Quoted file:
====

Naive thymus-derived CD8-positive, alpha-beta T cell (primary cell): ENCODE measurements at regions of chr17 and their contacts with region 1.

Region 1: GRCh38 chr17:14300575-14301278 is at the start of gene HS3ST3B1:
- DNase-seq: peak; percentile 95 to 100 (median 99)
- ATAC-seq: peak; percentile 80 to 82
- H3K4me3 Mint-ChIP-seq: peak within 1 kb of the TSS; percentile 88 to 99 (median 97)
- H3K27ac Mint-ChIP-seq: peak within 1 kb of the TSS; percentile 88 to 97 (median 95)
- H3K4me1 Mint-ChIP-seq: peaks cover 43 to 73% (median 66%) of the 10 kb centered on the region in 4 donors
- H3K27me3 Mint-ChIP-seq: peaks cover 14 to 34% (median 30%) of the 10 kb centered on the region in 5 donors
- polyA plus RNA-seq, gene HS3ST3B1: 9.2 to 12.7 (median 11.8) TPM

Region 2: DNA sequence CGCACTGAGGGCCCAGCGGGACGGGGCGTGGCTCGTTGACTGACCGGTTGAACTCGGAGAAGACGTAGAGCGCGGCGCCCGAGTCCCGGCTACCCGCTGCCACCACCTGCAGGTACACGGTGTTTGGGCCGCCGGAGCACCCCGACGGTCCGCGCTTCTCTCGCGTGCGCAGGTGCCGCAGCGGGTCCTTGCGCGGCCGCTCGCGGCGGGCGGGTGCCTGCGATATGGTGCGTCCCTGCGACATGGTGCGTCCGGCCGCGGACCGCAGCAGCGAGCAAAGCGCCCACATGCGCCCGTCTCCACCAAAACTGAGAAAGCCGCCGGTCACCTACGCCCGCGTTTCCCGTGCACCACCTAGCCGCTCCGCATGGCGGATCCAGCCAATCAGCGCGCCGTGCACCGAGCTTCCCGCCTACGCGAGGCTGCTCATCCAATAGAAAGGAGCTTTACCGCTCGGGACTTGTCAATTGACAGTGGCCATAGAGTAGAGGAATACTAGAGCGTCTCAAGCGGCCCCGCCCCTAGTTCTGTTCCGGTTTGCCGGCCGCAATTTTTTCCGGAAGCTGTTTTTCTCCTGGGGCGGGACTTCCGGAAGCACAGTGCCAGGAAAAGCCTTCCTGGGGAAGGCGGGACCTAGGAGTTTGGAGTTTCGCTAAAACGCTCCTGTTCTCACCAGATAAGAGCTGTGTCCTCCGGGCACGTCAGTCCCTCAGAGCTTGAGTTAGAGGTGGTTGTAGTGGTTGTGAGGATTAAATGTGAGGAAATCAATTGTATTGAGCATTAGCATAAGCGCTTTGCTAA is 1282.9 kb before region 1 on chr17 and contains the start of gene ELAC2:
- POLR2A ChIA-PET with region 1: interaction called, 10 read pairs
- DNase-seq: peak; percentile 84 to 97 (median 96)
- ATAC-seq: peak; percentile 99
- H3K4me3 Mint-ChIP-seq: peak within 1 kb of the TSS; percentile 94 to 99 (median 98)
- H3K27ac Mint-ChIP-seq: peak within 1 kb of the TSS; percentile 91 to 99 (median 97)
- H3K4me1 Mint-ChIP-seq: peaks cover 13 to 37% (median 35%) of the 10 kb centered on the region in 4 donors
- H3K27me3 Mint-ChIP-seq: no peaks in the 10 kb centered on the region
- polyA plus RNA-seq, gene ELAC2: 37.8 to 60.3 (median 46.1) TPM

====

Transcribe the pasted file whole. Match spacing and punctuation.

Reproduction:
Naive thymus-derived CD8-positive, alpha-beta T cell (primary cell): ENCODE measurements at regions of chr17 and their contacts with region 1.

Region 1: GRCh38 chr17:14300575-14301278 is at the start of gene HS3ST3B1:
- DNase-seq: peak; percentile 95 to 100 (median 99)
- ATAC-seq: peak; percentile 80 to 82
- H3K4me3 Mint-ChIP-seq: peak within 1 kb of the TSS; percentile 88 to 99 (median 97)
- H3K27ac Mint-ChIP-seq: peak within 1 kb of the TSS; percentile 88 to 97 (median 95)
- H3K4me1 Mint-ChIP-seq: peaks cover 43 to 73% (median 66%) of the 10 kb centered on the region in 4 donors
- H3K27me3 Mint-ChIP-seq: peaks cover 14 to 34% (median 30%) of the 10 kb centered on the region in 5 donors
- polyA plus RNA-seq, gene HS3ST3B1: 9.2 to 12.7 (median 11.8) TPM

Region 2: DNA sequence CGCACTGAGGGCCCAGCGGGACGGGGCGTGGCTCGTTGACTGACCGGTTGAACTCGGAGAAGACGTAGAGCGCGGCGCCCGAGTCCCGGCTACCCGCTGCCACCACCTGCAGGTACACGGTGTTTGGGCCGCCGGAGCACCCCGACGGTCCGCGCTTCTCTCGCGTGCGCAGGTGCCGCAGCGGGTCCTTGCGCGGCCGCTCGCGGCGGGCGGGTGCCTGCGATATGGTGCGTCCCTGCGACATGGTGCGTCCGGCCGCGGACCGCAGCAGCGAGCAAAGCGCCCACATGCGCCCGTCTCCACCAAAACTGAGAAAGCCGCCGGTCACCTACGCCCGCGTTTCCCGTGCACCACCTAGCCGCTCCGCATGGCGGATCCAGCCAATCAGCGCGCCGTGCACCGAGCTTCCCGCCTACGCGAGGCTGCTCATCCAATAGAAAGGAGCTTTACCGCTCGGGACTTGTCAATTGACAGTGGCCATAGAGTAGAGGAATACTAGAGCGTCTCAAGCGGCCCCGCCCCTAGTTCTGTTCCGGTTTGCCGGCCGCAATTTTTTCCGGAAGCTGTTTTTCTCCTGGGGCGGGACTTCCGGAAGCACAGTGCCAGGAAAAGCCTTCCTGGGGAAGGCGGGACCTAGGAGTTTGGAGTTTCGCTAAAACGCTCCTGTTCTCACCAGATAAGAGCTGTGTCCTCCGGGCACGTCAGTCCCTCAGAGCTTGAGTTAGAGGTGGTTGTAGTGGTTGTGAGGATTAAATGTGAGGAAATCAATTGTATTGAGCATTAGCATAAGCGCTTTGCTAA is 1282.9 kb before region 1 on chr17 and contains the start of gene ELAC2:
- POLR2A ChIA-PET with region 1: interaction called, 10 read pairs
- DNase-seq: peak; percentile 84 to 97 (median 96)
- ATAC-seq: peak; percentile 99
- H3K4me3 Mint-ChIP-seq: peak within 1 kb of the TSS; percentile 94 to 99 (median 98)
- H3K27ac Mint-ChIP-seq: peak within 1 kb of the TSS; percentile 91 to 99 (median 97)
- H3K4me1 Mint-ChIP-seq: peaks cover 13 to 37% (median 35%) of the 10 kb centered on the region in 4 donors
- H3K27me3 Mint-ChIP-seq: no peaks in the 10 kb centered on the region
- polyA plus RNA-seq, gene ELAC2: 37.8 to 60.3 (median 46.1) TPM